During the past two decades, rapid advances in biotechnology and molecular biology have affected the understanding and treatment of human and plant diseases. The human and Caenorhabditis elegans genome-sequencing projects promise further techniques and results useful to applied nematology. Of course, biotechnology is not a panacea for nematological problems, but it provides many powerful tools that have potential use in applied biology and nematode management. The tools will facilitate research on a range of previously intractable problems in nematology, from identification of species and pathotypes to the development of resistant cultivars that have been inaccessible because of technical limitations. However, to those unfamiliar or not directly involved with the new technologies and their extensive terminology, the benefits of the advances in biotechnology may not be readily discerned. The sustainable agriculture of the future will require ecology-based management, and successful integrated nematode management will depend on combinations of control tactics to reduce nematode numbers. In this review we discuss how biotechnology may influence nematode management, define terminology relative to potential applications, and present current and future avenues of research in applied nematology, including species identification, race and pathotype identification, development of resistant cultivars, definition of nematode-host interactions, nematode population dynamics, establishment of optimal rotations, the ecology of biological control and development of useful biological control agents, and the design of novel nematicides.
PMCID: PMC2619462  PMID: 19279831
agriculture; applied biotechnology; biological control; biotechnology; identification; management; molecular biology; nematode
17.  Medline-based bibliometric analysis of gastroenterology journals between 2001 and 2007 
AIM: To analyze the MEDLINE-indexed publications in gastroenterology specialty journals from 2001 to 2007. Special attention was paid to specific types of articles, the number of publications for individual authors and the author count in each journal.
METHODS: The bibliographic entries of papers belonging to journals listed under the subject heading of “gastroenterology” were downloaded from MEDLINE on the PubMed web site. The analysis was limited to journal articles published between January 1, 2001 and December 31, 2007. The analytical dimensions of an article included journal, publication year, publication type, and author name (the last name and initials).
RESULTS: According to MEDLINE, 81 561 articles were published in 91 gastroenterology journals from 2001 to 2007. The number of articles increased from 9447 in 2001 to 13 340 in 2007. Only 12 journals had more than 2000 articles indexed in MEDLINE. The “World Journal of Gastroenterology” had the largest number of publications (5684 articles), followed by “Hepato-Gastroenterology” (3036) and “Gastrointestinal Endoscopy” (3005). Of all the articles published, reviews accounted for 17.2% and case reports for 15.4%. Only 3739 randomized controlled trials (4.6% of all articles) were published and their annual number increased from 442 in 2001 to 572 in 2007. Among 141 741 author names appearing in the articles of gastroenterology journals, 92 429 had published only in one journal, 22 585 in two journals, 9996 in three journals, and 16 731 in more than three journals. The “World Journal of Gastroenterology” had the greatest number of authors (17 838), followed by “Gastroenterology” (12 770), “Digestive Diseases and Sciences” (11 395), “American Journal of Gastroenterology” (10 889), and “Hepatology” (10 588).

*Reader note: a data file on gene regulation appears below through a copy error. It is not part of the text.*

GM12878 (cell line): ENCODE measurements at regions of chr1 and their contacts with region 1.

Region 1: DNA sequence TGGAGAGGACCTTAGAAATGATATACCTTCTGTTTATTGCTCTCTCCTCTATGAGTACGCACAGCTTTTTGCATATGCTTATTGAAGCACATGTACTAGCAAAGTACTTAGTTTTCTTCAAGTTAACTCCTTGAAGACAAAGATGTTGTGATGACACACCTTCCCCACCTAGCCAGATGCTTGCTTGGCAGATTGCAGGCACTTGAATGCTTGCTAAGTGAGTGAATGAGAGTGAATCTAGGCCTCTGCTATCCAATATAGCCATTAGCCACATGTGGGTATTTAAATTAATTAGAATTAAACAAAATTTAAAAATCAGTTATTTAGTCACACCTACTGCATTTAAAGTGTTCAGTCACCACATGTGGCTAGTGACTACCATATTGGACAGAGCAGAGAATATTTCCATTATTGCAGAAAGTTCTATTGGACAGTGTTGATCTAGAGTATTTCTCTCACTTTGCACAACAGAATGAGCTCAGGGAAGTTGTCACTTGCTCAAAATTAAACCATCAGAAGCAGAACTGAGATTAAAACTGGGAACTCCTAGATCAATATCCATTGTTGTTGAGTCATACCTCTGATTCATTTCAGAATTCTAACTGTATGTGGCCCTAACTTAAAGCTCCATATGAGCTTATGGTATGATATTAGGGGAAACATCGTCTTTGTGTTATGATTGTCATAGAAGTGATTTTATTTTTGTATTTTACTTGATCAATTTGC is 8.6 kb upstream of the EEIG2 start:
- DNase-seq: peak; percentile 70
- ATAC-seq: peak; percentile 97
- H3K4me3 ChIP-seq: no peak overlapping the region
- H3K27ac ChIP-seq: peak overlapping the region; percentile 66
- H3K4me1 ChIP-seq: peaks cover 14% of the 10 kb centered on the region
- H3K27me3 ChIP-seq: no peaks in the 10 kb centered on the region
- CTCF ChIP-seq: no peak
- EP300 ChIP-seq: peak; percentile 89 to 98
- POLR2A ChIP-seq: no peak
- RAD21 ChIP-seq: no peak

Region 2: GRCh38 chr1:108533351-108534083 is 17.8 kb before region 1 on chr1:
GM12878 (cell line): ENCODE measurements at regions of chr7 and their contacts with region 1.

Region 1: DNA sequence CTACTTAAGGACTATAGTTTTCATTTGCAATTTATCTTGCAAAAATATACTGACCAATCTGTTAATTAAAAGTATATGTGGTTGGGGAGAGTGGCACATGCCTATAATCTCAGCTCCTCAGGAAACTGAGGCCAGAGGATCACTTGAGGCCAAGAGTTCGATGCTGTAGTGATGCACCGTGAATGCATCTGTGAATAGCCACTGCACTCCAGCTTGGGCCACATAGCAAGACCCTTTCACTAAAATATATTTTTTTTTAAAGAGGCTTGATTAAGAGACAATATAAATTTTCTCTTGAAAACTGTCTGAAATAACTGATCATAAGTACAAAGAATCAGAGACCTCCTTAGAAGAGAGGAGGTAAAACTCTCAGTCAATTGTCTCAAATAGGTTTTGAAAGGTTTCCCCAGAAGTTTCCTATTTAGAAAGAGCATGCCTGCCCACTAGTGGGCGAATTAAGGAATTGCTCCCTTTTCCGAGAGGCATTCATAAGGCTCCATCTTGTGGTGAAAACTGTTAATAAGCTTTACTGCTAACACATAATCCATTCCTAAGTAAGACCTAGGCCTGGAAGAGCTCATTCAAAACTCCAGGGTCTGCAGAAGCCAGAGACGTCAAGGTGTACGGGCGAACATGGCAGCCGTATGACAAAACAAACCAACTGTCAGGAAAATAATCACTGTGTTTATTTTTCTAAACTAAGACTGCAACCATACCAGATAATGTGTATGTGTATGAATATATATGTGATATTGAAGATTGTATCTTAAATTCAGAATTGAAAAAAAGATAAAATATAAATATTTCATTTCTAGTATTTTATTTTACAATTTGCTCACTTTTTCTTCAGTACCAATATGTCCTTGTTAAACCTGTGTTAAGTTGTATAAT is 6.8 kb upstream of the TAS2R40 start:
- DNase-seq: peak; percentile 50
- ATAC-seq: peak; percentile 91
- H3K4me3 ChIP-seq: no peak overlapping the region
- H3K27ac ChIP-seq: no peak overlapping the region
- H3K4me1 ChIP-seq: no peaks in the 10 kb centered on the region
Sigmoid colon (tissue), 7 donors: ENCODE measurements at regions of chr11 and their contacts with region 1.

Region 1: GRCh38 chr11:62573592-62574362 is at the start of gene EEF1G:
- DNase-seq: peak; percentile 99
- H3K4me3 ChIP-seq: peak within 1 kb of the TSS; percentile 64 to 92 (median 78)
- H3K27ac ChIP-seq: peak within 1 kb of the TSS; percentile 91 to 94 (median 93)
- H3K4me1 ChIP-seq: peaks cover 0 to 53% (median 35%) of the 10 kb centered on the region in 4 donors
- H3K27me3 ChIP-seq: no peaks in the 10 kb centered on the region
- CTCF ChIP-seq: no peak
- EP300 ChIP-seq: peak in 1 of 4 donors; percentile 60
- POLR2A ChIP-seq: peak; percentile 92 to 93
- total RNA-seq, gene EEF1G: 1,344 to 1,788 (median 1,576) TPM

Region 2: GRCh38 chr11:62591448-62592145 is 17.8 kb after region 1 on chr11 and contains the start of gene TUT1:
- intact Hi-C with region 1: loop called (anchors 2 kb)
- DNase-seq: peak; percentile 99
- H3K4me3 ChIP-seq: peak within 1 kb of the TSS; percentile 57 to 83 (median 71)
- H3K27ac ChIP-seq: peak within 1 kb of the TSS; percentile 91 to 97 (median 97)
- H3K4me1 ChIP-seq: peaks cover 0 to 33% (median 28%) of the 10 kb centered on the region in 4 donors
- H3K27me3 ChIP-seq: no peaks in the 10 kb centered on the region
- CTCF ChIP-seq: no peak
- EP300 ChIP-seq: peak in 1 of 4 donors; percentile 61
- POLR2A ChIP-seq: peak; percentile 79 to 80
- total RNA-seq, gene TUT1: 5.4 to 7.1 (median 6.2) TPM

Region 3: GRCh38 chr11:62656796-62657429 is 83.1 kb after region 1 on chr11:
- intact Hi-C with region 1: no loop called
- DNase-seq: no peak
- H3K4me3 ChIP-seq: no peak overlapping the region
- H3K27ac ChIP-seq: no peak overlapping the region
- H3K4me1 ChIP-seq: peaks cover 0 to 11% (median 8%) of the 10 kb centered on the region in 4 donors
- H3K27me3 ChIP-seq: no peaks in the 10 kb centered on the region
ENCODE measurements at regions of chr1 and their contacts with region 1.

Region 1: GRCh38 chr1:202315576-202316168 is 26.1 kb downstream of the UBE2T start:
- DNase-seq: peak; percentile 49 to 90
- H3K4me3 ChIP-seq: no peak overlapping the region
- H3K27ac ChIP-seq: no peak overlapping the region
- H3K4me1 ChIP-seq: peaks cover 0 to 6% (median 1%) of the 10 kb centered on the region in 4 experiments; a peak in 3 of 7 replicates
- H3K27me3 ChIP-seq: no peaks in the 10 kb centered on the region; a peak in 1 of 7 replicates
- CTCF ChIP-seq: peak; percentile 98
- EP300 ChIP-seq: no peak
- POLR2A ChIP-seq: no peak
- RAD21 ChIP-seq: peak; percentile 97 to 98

CONCLUSION: Global gastroenterology publications displayed a continuous growth in the new millennium. The change was most striking in certain journals. Regular bibliometric analyses on the trends and specific topics would help researchers publish more efficiently and allow editors to adjust the policy more accurately.
doi:10.3748/wjg.15.2933
PMCID: PMC2699018  PMID: 19533822
Bibliographic databases; Bibliometrics; Biomedical research; Gastroenterology; MEDLINE
18.  ETHICAL ASPECTS AND DILEMMAS OF PREPARING, WRITING AND PUBLISHING OF THE SCIENTIFIC PAPERS IN THE BIOMEDICAL JOURNALS 
Acta Informatica Medica  2012;20(3):141-148.
Introduction:
In this paper author discussed about preparing and submitting manuscripts - scientific, research, professional papers, reviews and case reports. Author described it from the Editor’s perspective, and specially talked about ethical aspects of authorship, conflict of interest, copyright, plagiarism and duplicate publication from the point of view of his experiences as Editor-in-Chief of several biomedical journals and Chief of Task Force of European Federation of Medical Informatics journals and member of Task Force of European Cardiology Society journals. The scientific process relies on trust and credibility. The scientific community demands high ethical standards to conduct biomedical research and to publish scientific contents. During the last decade, disclosure of conflicts of interest (COI ), (also called competing loyalties, competing interests or dual commitments), has been considered as a key element to guarantee the credibility of the scientific process. Biases in design, analysis and interpretation of studies may arise when authors or sponsors have vested interests. Therefore, COI should be made clear to the readers to facilitate their own judgment and interpretation of their relevance and potential implications.